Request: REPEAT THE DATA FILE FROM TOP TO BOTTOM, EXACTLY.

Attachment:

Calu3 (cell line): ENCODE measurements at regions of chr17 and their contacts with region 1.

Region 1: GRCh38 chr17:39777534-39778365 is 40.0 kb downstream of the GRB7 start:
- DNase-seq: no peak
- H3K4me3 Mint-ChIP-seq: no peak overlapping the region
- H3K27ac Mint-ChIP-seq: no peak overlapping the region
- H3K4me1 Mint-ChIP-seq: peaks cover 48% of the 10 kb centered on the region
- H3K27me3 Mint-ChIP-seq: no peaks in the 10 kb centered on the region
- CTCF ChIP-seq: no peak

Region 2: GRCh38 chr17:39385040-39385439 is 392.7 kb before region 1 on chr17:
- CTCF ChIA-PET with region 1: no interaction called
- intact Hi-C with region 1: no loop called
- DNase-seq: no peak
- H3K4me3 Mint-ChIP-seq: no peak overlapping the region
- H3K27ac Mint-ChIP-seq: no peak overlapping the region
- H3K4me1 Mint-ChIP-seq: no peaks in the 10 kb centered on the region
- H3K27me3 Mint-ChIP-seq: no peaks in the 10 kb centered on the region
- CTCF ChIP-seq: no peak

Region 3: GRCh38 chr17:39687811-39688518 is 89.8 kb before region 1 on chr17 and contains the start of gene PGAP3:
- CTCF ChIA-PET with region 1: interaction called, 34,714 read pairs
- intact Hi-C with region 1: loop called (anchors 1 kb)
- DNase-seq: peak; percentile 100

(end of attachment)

Calu3 (cell line): ENCODE measurements at regions of chr17 and their contacts with region 1.

Region 1: GRCh38 chr17:39777534-39778365 is 40.0 kb downstream of the GRB7 start:
- DNase-seq: no peak
- H3K4me3 Mint-ChIP-seq: no peak overlapping the region
- H3K27ac Mint-ChIP-seq: no peak overlapping the region
- H3K4me1 Mint-ChIP-seq: peaks cover 48% of the 10 kb centered on the region
- H3K27me3 Mint-ChIP-seq: no peaks in the 10 kb centered on the region
- CTCF ChIP-seq: no peak

Region 2: GRCh38 chr17:39385040-39385439 is 392.7 kb before region 1 on chr17:
- CTCF ChIA-PET with region 1: no interaction called
- intact Hi-C with region 1: no loop called
- DNase-seq: no peak
- H3K4me3 Mint-ChIP-seq: no peak overlapping the region
- H3K27ac Mint-ChIP-seq: no peak overlapping the region
- H3K4me1 Mint-ChIP-seq: no peaks in the 10 kb centered on the region
- H3K27me3 Mint-ChIP-seq: no peaks in the 10 kb centered on the region
- CTCF ChIP-seq: no peak

Region 3: GRCh38 chr17:39687811-39688518 is 89.8 kb before region 1 on chr17 and contains the start of gene PGAP3:
- CTCF ChIA-PET with region 1: interaction called, 34,714 read pairs
- intact Hi-C with region 1: loop called (anchors 1 kb)
- DNase-seq: peak; percentile 100